"Misalliance" by Edward MillerBy all accounts, the welcome ceremony that took place at Tan Son Nhut airport in the late afternoon of June 25, 1954, was a subdued affair. It was witnessed by a crowd of several hundred people gathered on the airport tarmac, beneath the silver fuselage of a French commercial airliner. The plane had arrived just minutes earlier, completing the last leg of its long journey from Paris to Saigon. As the crowd watched, a short figure in a white suit descended the staircase that had been rolled up to the rear door of the aircraft.

On the ground, Ngo Dinh Diem solemnly shook hands with the officials and political leaders who were waiting for him. His greeters included some of the most powerful men in Indochina. The first was a senior general of the French colonial army, who was attending on behalf of the French high commissioner. As an official of the colonial state, the general was a symbol of France’s determination to maintain a measure of control over the Indochinese empire it had ruled for nearly a century. Next to welcome Diem was Prince Buu Loc, a member of Vietnam’s royal family. Buu Loc was attending the ceremony in his capacity as the caretaker prime minister of the State of Vietnam (SVN), the anticommunist Vietnamese government that had been established under French auspices five years earlier. Though Diem had come to Saigon to replace Buu Loc as premier of the SVN, protocol obliged the prince to welcome his successor.

Standing behind Buu Loc were several other high-ranking government officials, including the senior commanders of the SVN’s armed forces. Also in attendance were leading members of the foreign diplomatic corps, including the U.S. ambassador to Vietnam, Donald Heath. Although he did not command any armies or assert any claims of sovereignty over Vietnamese territory, Heath was an influential figure in Saigon politics. As the official with responsibility for a massive program of military and economic aid for French forces and the SVN, the head of the U.S. mission was not a man to be taken lightly.

Despite the presence of so many of Indochina’s most prominent person- alities, the welcome ceremony for Diem was surprisingly brief and low-key. After exchanging pleasantries with the new arrival, the French general and the Vietnamese prince delivered short speeches of welcome. Observers noted that Diem seemed ill at ease as they spoke, and that he did not address the crowd after they had finished. As soon as the ceremony concluded, he climbed into a waiting limousine and sped away.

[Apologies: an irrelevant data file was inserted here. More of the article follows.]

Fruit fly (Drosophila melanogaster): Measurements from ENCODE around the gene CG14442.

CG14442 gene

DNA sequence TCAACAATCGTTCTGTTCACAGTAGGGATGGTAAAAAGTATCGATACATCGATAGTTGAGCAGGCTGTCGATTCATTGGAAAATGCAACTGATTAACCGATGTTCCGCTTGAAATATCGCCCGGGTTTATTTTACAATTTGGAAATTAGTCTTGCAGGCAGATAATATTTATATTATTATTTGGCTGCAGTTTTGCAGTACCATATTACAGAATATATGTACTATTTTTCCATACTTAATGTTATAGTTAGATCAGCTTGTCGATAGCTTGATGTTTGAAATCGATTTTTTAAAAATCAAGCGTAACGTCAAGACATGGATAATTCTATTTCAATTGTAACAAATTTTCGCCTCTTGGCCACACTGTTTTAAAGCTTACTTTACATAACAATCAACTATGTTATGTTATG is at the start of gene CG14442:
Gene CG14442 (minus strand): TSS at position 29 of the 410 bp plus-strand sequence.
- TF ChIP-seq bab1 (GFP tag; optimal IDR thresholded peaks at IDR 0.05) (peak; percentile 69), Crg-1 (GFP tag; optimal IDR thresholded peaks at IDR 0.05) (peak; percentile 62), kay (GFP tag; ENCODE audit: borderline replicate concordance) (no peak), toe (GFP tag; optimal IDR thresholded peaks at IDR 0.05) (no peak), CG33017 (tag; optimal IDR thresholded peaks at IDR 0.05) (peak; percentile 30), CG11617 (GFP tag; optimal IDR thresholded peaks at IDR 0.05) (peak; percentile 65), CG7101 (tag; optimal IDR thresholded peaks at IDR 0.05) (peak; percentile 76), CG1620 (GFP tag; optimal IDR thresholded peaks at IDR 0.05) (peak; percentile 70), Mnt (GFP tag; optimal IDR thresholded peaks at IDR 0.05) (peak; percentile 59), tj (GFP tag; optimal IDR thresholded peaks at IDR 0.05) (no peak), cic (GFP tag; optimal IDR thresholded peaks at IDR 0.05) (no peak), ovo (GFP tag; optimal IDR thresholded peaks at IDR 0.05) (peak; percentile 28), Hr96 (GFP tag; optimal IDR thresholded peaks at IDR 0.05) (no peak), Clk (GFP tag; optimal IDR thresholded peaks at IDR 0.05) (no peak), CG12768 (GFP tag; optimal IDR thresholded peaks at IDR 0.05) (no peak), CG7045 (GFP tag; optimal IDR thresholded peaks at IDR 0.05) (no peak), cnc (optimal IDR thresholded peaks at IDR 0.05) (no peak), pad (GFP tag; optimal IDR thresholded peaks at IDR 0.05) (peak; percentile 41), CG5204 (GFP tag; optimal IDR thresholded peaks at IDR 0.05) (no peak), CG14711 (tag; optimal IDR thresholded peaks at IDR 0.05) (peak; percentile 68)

Diem’s desire to leave the airport as quickly as possible was understandable. As the prime minister–designate of the SVN, the situation in which he now found himself appeared to be a daunting mix of both opportunity and danger. Diem’s arrival in Saigon marked the end of nearly four years of self-imposed exile in the United States and Europe. For much of that time, it appeared unlikely that Diem would ever realize his ambition to become the leader of an independent, postcolonial Vietnamese state. He had defied expectations and returned to take the helm of the SVN—but he had done so at a moment when Vietnam’s national destiny appeared to be hanging in the balance. Just seven weeks earlier, French army forces had been dealt a devastating defeat on a battlefield far to the north, in a remote mountain valley known as Dien Bien Phu. That defeat came at the hands of the Viet Minh, the communist-led movement that had been fighting for independence from France for over a decade. For Ho Chi Minh, the founder and leader of the Viet Minh, the timing of the victory was exquisite: it took place exactly one day before international peace negotiations to end the Indochina War were scheduled to begin in Geneva. When Diem landed at Tan Son Nhut on June 25, the terms of the Geneva peace had not yet been written, but it seemed certain that they would be disadvantageous to him and to the state he would soon be leading.

Excerpted from the book “Misalliance: Ngo Dinh Diem, the United States, and the Fate of South Vietnam” by Edward Miller. Copyright © 2013 by the President and Fellows of Harvard College. Used by permission. All rights reserved.

Guest

  • Edward Miller, associate professor of history at Dartmouth College and author of “Misalliance: Ngo Dinh Diem: The United States, And The Fate of South Vietnam.”